Jewish World Review July 30, 2002 / 21 Menachem-Av, 5762

Panel: Ease restrictions on donor hearts

By Peggy Peck | (UPI) A panel of experts on Tuesday will recommend easing restrictions on donor hearts intended for transplantation as the only way to meet the growing need for heart transplants.

The recommendations, hammered out during meetings with representatives of the American Heart Association, the American College of Cardiology, and the United Network for Organ Sharing, will be published in the July 30 issue of Circulation, Journal of the American Heart Association.

Under the new criteria, a heart from a donor over age 55 could be accepted for transplantation as long as "the heart itself was basically healthy," Dr. Jonathan G. Zaroff of the University of California, San Francisco, who co-chaired the panel making the new recommendation, told United Press International.

Likewise, Zaroff said, the panel will urge hearts that have not undergone cardiac cathertization -- a procedure to check for hardening of the arteries -- be deemed transplantable as long as the donor had no history of heart disease.

The new guidelines also urge surgeons to fix minor defects in donor hearts -- such as malfunctioning valves -- by doing "bench repairs" before implanting the overhauled heart in the recipient.

For decades demand for transplantable hearts always has outpaced the number of the organs available, Zaroff said, but in recent years demand has increased to about 8,000 patients while the number of actual heart transplants has "held fairly steady at about 2,500 a year."

A heart becomes available for transplant when a person is declared "brain dead," meaning there is no evidence of electrical activity in the brain. The strict selection criteria now in place mean only about 39 percent of the hearts that become available for transplant actually are transplanted. Often, hearts are rejected because the donor is too old -- over age 55 -- or because certain tests such as cardiac catheterization, which gives detailed images of the veins and arteries inside the heart, are not performed.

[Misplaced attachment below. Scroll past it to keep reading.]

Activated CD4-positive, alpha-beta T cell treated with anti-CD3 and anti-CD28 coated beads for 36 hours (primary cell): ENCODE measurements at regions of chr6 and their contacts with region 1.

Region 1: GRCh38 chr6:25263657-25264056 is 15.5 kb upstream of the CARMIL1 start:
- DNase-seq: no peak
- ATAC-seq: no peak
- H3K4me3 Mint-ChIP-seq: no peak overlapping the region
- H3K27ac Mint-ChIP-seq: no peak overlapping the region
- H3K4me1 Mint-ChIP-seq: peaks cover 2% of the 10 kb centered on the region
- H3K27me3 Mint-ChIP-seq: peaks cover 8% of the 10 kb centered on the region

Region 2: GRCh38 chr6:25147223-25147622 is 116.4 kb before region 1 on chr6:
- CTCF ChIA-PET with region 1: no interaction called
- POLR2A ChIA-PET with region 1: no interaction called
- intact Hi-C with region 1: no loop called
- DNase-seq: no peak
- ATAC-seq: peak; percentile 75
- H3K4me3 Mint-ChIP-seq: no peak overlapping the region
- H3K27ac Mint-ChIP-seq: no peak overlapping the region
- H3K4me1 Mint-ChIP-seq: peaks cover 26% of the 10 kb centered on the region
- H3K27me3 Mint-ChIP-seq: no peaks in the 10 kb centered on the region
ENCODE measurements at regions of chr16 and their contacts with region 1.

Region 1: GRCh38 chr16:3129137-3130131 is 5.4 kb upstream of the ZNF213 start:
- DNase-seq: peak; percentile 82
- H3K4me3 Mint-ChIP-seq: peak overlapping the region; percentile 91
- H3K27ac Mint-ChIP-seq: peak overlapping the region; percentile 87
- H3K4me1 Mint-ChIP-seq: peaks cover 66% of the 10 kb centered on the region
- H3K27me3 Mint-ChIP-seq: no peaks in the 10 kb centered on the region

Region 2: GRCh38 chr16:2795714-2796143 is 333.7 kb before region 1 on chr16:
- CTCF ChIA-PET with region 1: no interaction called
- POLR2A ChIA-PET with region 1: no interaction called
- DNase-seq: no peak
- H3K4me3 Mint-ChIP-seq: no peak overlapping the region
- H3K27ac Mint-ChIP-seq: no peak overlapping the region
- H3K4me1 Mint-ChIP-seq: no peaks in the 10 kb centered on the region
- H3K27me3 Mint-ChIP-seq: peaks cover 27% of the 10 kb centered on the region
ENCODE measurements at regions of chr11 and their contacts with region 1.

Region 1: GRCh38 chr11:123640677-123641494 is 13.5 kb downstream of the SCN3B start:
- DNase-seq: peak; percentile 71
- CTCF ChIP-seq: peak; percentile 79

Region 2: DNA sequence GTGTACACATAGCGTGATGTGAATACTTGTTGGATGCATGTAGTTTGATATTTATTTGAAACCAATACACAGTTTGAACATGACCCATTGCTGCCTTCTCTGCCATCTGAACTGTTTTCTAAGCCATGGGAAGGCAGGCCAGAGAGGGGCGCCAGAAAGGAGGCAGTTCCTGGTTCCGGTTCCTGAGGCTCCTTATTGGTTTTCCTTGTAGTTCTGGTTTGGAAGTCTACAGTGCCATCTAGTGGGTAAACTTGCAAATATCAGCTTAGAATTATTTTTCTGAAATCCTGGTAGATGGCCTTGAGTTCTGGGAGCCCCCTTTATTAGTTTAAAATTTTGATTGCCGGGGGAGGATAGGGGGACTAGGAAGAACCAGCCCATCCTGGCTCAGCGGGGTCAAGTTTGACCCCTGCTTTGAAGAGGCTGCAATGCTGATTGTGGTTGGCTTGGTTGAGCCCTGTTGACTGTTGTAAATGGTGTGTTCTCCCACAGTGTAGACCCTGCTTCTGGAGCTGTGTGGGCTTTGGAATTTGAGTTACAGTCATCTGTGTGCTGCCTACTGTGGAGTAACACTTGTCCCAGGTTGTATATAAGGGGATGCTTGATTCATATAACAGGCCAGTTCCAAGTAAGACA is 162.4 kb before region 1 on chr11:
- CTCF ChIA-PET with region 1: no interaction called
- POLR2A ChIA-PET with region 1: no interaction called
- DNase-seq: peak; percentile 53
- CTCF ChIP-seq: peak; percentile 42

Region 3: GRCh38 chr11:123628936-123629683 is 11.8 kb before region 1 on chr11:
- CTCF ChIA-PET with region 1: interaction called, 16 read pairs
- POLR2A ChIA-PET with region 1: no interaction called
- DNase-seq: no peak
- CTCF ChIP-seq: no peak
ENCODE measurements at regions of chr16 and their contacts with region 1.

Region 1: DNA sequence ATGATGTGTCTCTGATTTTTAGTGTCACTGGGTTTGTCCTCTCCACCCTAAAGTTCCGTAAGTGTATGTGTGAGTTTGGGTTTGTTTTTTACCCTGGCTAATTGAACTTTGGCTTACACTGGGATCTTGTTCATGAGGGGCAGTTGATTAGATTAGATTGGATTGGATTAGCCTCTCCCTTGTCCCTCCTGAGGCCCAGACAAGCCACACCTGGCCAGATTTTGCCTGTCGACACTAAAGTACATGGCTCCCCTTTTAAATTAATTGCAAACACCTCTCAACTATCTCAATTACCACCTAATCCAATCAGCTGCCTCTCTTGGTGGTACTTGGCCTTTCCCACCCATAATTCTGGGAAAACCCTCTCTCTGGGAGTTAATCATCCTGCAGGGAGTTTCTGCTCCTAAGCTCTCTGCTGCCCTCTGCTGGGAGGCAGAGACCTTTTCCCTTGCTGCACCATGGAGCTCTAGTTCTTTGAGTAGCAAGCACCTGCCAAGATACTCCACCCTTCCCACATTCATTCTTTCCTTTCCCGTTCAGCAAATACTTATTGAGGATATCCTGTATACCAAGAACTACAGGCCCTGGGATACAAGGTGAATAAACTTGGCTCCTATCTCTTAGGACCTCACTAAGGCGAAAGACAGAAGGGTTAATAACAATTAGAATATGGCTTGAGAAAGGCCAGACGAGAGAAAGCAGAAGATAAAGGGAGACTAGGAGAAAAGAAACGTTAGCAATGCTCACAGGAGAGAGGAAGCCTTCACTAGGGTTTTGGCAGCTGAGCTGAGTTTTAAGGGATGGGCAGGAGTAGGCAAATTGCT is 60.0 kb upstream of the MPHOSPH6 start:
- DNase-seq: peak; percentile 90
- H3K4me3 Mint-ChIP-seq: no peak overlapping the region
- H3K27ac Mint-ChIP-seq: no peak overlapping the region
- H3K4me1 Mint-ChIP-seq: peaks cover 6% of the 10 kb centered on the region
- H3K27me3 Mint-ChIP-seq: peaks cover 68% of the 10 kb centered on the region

Dr. Randall Starling, director of medical care at the transplant unit at the Cleveland Clinic Foundation, said his institution already follows several of the panels' recommendations. The clinic is the number one transplant center in the nation. Starling told UPI, however, the clinic does not concur with one of the new recommendations -- the panel's suggestion that surgeons consider transplanting hearts from persons infected with either hepatitis B or hepatitis C, as long as the would be recipient is similarly infected.

This would be a bad idea, Starling said, because "there are multiple genotypes with hepatitis C and if you are transplanting one genotype into a patient infected with another genotype, you could get some serious infection developing." Starling said he speaks from experience in this matter. The Clinic experimented with this approach only to abandon it when it discovered "about 20 percent of recipients develop serious infections."

Hepatitis C, a chronic condition that can lie dormant for decades, can lead to progressive liver disease including cirrhosis and liver cancer.

Dr. Howard Eisen, medical director of the heart transplant unit at Temple University Medical Center in Philadelphia, said he agrees the new guidelines will need to be approached cautiously, but added he welcomes the easing of restrictions on organ use. One reason is his worry about skyrocketing demand and a diminishing pool of available organs.

"We have an epidemic of heart failure in this country so the need for new hearts is only going to escalate," Eisen told UPI. But he noted fewer hearts are becoming available for transplant because "there has been a significant decline in both traumatic head injuries and in crime. These traditionally have been the source of brain dead donors. But with more people wearing seat belts and helmets, combined with less crime, we have fewer traumatic head injuries."

At the same time transplant experts are urging the use of less-than-prime hearts, the American Medical Association, the American Transplant Congress, and the United Network for Organ Sharing all are urging a pilot study to find out if financial incentives could increase organ donations. The incentive plans would pay a nominal amount, for example $500, toward medical or burial expenses to surviving relatives of a potential donor.

Zaroff, who declined to offer an opinion about financial incentives, pointed out Federal law prohibits the use of financial incentives, so it would take an act of Congress to attempt a pilot study.

In contrast, the new guidelines are likely to take effect "almost immediately as the organ procurement organizations begin to use new procurement forms that will reflect these changed criteria."

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© 2002, United Press International